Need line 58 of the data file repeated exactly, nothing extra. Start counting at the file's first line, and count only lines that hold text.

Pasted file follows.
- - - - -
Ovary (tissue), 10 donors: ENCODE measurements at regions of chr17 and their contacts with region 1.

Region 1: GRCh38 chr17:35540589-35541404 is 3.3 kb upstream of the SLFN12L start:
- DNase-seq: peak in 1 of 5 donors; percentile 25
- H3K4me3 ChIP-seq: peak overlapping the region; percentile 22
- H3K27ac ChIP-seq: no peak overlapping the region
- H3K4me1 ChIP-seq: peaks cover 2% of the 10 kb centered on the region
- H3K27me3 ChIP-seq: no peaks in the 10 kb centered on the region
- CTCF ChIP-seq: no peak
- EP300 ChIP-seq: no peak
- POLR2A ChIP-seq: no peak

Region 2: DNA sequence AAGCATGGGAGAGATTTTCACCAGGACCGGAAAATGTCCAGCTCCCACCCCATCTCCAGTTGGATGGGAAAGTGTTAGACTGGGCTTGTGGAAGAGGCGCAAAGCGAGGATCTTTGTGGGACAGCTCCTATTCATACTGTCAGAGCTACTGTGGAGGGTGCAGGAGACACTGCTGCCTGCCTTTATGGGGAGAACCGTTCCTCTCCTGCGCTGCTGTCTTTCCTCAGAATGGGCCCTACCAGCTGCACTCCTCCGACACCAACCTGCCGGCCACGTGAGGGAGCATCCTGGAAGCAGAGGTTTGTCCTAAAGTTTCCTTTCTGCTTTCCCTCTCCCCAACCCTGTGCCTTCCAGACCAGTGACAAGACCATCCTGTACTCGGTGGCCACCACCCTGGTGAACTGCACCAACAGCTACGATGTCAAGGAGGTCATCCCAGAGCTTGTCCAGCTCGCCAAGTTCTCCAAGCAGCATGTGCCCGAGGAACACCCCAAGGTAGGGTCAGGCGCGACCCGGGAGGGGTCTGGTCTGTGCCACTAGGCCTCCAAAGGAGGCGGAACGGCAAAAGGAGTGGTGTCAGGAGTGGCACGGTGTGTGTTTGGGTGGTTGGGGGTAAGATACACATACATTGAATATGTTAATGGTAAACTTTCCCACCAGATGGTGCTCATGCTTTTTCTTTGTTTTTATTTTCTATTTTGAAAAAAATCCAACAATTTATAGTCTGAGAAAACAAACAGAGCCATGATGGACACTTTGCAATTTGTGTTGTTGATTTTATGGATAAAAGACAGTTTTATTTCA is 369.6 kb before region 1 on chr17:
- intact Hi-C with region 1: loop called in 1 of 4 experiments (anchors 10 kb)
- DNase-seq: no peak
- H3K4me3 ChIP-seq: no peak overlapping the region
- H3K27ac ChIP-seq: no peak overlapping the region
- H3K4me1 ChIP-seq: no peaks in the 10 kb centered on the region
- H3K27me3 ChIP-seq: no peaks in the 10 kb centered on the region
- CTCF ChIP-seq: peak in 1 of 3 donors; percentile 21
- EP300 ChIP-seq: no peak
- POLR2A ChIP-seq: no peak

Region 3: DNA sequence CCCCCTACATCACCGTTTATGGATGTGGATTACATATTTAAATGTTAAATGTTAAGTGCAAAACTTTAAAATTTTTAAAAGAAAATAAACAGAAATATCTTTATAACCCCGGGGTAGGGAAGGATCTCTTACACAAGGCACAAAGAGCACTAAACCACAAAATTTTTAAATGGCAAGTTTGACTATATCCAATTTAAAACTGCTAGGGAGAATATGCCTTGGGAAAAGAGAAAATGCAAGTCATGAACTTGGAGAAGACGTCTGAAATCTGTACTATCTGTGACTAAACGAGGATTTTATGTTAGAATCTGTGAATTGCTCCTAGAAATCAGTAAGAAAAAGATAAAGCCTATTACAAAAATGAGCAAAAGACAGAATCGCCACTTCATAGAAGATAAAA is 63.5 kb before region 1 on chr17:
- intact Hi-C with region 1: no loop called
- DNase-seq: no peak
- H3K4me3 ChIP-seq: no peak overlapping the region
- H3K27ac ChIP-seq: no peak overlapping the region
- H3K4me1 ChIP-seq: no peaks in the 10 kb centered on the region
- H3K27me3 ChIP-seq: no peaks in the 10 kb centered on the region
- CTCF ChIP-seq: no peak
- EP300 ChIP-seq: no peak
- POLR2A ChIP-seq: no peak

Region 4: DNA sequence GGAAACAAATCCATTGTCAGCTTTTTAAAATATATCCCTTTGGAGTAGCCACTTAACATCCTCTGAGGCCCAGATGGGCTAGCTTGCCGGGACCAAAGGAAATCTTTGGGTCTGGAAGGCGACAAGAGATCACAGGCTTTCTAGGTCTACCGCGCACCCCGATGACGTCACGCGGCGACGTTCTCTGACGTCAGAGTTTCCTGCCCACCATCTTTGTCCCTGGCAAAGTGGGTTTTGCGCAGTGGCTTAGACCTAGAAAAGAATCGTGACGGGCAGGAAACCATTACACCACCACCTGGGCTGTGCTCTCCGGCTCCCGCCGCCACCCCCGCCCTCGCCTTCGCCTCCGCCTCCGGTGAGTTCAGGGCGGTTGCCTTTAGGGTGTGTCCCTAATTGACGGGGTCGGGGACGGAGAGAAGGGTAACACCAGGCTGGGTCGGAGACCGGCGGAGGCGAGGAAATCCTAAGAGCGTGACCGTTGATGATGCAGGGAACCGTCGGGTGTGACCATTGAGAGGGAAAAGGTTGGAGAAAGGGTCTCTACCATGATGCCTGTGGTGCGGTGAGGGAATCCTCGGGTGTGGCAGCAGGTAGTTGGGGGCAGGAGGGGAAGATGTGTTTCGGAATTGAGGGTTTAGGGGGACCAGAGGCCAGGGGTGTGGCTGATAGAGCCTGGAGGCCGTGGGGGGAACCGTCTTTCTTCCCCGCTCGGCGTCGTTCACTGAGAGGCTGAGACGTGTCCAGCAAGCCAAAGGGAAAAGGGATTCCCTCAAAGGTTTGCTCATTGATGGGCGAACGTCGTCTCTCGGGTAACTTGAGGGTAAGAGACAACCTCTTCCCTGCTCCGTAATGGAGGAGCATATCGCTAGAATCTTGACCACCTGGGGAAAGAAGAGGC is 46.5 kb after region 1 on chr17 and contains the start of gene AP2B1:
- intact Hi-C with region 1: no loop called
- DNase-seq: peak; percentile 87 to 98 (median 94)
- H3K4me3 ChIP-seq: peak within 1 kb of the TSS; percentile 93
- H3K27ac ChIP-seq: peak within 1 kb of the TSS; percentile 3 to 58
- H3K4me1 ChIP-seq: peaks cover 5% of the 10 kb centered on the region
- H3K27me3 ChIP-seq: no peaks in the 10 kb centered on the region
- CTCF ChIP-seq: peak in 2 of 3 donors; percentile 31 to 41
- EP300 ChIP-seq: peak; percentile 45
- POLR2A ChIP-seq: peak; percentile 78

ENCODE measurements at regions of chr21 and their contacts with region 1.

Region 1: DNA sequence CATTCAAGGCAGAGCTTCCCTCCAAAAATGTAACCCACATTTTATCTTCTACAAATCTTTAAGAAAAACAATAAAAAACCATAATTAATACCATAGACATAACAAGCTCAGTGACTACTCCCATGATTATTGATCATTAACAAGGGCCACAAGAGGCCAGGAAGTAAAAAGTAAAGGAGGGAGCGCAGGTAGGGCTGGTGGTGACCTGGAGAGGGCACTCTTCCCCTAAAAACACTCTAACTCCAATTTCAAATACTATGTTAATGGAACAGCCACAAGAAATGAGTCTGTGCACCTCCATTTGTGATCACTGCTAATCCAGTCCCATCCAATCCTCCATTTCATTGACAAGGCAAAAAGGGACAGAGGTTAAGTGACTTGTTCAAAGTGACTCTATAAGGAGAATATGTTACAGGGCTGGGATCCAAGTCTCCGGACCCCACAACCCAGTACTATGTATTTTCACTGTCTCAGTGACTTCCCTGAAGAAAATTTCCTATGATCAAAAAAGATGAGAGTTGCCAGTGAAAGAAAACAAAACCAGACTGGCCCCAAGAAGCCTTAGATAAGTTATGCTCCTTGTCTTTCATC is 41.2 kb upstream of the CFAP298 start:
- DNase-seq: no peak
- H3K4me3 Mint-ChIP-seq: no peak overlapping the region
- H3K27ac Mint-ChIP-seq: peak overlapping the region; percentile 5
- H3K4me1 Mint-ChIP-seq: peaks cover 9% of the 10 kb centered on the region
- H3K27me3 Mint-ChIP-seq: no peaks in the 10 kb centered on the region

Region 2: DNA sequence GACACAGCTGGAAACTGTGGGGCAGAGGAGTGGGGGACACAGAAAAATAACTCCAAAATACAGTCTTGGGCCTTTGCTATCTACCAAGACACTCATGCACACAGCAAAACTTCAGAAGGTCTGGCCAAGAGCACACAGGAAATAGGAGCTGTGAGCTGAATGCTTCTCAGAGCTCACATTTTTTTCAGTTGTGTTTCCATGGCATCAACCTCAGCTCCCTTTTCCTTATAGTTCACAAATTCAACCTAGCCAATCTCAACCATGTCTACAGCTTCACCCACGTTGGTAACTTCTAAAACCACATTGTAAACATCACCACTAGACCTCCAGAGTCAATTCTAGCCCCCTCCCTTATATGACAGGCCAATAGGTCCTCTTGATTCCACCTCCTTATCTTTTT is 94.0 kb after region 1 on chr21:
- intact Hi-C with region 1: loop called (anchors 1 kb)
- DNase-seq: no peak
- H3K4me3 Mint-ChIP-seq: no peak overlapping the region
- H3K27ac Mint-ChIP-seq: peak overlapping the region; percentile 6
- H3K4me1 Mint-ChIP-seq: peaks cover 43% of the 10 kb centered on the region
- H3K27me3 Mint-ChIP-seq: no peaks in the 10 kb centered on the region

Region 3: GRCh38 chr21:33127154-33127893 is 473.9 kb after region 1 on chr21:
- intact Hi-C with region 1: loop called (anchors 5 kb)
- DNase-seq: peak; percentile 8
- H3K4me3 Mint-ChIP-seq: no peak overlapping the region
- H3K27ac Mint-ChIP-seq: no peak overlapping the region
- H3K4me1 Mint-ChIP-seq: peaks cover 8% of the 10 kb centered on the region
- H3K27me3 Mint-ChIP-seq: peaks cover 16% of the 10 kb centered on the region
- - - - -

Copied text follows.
- H3K4me3 Mint-ChIP-seq: no peak overlapping the region